Scientology influenced film The Master breaks art house record on its American release

The Master sees Joaquin Phoenix return to the screen for the first time since the 2010 film I’m Still Here.

Paul Thomas Anderson’s new film The Master, which is influenced by the mysterious religion of Scientology, made $242,127 from five theatre screens in New York and Los Angeles on its release last Friday, the most money taken in a single day for an art house film.

With a $48,425 per-screen average, the movie looks set to enter the history books for the best grossing independent film ever. It’s current gross translates to £149,250.

The film topped the debut of Wes Anderson’s Moonrise Kingdom, which grossed $43,082 per screen on the day of its release in May this year.

The Weinstein Company release has benefited from a series of adulatory critical reviews while soaking up awards at festivals over the past few months, most notably the Silver Lion prize for director Anderson at the Venice festival.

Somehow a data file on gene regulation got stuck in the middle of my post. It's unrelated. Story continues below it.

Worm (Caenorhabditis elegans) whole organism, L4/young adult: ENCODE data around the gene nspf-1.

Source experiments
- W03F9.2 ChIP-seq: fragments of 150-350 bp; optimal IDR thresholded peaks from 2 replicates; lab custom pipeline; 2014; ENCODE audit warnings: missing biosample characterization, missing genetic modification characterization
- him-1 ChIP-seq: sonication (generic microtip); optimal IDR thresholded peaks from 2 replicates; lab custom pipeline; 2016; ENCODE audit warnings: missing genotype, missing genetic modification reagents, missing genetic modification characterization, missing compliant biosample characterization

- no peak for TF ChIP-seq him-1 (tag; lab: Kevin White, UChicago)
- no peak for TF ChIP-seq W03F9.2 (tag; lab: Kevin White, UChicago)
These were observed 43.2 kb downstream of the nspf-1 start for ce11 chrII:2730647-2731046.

The Master follows a World War II Naval veteran played by Joaquin Phoenix who arrives home from war before becoming embroiled by The Cause and its charismatic leader, played by Phillip Seymour Hoffman.

Scientology and its founder L. Ron Hubbard provided inspiration for the film, the director of Boogie Nights and There Will Be Blood has said in interviews.

The film has also been the subject of protests from members of the Church of Scientology, who condemned the movie on the internet while flooding the Weinstein Company’s L.A. base with emails and letters of complaint prior to the film’s opening, although no protests were seen at cinemas during the film’s release.